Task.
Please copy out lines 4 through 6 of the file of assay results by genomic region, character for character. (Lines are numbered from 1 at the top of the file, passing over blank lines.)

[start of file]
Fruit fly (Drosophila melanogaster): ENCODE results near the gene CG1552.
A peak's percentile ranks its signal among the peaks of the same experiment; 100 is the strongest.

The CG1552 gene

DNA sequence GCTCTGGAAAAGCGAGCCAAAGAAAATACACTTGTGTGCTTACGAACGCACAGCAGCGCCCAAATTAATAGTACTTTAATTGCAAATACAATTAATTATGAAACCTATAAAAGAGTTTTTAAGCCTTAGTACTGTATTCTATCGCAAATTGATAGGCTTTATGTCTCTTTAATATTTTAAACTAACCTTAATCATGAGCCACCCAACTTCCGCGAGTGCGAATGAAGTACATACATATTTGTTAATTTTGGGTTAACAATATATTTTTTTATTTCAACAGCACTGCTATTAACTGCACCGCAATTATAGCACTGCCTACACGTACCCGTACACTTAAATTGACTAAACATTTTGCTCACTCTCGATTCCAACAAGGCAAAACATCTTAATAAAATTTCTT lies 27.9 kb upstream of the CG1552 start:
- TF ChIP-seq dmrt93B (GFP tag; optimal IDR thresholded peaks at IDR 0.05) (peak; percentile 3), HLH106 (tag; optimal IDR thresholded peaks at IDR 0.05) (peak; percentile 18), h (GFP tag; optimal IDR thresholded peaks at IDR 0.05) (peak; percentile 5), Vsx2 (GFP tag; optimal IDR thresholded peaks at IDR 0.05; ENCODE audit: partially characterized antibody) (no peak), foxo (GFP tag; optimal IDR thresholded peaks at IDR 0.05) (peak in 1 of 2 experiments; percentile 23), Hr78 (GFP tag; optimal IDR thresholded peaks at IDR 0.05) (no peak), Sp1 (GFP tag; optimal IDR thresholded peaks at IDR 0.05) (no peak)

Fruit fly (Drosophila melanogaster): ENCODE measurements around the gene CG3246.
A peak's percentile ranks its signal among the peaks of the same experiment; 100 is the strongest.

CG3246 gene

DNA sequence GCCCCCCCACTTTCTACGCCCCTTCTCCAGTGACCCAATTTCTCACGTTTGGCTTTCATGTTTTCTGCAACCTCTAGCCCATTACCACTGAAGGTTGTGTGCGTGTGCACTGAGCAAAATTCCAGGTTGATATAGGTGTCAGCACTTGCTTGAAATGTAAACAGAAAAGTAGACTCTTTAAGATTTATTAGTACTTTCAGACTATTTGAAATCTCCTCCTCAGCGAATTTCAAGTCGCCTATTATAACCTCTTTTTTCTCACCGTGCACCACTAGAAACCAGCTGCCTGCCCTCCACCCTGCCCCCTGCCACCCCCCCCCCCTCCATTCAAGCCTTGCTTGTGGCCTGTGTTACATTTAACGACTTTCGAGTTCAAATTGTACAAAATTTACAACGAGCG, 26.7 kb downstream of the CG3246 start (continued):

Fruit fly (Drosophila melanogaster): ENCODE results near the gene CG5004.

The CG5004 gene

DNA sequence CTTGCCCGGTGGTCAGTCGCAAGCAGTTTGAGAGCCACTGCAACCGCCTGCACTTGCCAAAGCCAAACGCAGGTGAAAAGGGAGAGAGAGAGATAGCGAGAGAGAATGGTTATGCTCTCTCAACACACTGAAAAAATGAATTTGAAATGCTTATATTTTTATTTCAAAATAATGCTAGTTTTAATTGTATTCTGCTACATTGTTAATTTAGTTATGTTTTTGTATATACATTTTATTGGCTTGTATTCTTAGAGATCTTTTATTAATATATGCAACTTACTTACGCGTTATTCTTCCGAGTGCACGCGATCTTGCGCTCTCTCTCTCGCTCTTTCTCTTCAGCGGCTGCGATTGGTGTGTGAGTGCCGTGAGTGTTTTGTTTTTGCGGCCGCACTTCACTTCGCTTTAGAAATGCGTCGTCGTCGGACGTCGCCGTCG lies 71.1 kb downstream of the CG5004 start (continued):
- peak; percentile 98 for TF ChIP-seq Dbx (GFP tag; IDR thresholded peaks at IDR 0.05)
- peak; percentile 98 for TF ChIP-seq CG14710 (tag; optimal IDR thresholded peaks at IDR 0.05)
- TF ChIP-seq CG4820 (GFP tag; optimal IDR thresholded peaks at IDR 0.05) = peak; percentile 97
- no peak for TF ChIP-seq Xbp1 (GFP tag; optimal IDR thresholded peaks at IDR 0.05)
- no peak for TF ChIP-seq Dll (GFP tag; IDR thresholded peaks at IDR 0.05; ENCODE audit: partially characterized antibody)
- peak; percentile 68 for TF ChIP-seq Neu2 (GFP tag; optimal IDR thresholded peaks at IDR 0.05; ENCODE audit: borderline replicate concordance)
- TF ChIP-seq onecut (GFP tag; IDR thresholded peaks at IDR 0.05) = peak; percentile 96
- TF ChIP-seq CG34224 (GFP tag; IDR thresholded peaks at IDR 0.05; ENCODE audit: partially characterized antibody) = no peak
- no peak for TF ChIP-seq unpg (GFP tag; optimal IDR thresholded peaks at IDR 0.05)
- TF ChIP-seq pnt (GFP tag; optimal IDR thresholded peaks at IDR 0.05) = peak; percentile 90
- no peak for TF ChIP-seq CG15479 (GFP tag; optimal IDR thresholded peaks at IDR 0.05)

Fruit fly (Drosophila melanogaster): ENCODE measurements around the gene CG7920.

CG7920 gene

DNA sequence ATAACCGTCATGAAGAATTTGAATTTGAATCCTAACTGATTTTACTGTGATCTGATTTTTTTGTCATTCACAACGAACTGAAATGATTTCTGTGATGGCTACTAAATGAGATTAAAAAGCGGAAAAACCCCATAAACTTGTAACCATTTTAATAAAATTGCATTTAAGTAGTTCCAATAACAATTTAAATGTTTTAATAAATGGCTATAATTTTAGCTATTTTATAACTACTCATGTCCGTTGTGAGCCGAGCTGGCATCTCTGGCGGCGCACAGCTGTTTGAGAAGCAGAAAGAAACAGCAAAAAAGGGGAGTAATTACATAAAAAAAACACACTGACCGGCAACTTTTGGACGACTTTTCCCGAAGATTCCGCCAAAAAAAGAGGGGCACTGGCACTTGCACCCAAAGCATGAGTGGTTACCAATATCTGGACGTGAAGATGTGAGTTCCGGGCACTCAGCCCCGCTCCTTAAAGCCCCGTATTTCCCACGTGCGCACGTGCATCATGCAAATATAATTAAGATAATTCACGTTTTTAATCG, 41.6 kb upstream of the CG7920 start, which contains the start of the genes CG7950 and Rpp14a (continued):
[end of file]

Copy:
DNA sequence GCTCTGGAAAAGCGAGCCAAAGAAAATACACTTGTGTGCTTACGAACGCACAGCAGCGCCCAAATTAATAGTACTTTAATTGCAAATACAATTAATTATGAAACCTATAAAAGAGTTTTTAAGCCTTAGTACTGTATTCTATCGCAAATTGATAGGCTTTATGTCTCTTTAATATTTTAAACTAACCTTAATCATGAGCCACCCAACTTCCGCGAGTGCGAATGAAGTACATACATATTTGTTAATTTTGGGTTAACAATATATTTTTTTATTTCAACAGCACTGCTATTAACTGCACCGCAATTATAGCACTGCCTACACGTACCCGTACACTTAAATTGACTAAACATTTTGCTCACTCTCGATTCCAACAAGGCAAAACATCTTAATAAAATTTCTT lies 27.9 kb upstream of the CG1552 start:
- TF ChIP-seq dmrt93B (GFP tag; optimal IDR thresholded peaks at IDR 0.05) (peak; percentile 3), HLH106 (tag; optimal IDR thresholded peaks at IDR 0.05) (peak; percentile 18), h (GFP tag; optimal IDR thresholded peaks at IDR 0.05) (peak; percentile 5), Vsx2 (GFP tag; optimal IDR thresholded peaks at IDR 0.05; ENCODE audit: partially characterized antibody) (no peak), foxo (GFP tag; optimal IDR thresholded peaks at IDR 0.05) (peak in 1 of 2 experiments; percentile 23), Hr78 (GFP tag; optimal IDR thresholded peaks at IDR 0.05) (no peak), Sp1 (GFP tag; optimal IDR thresholded peaks at IDR 0.05) (no peak)

Fruit fly (Drosophila melanogaster): ENCODE measurements around the gene CG3246.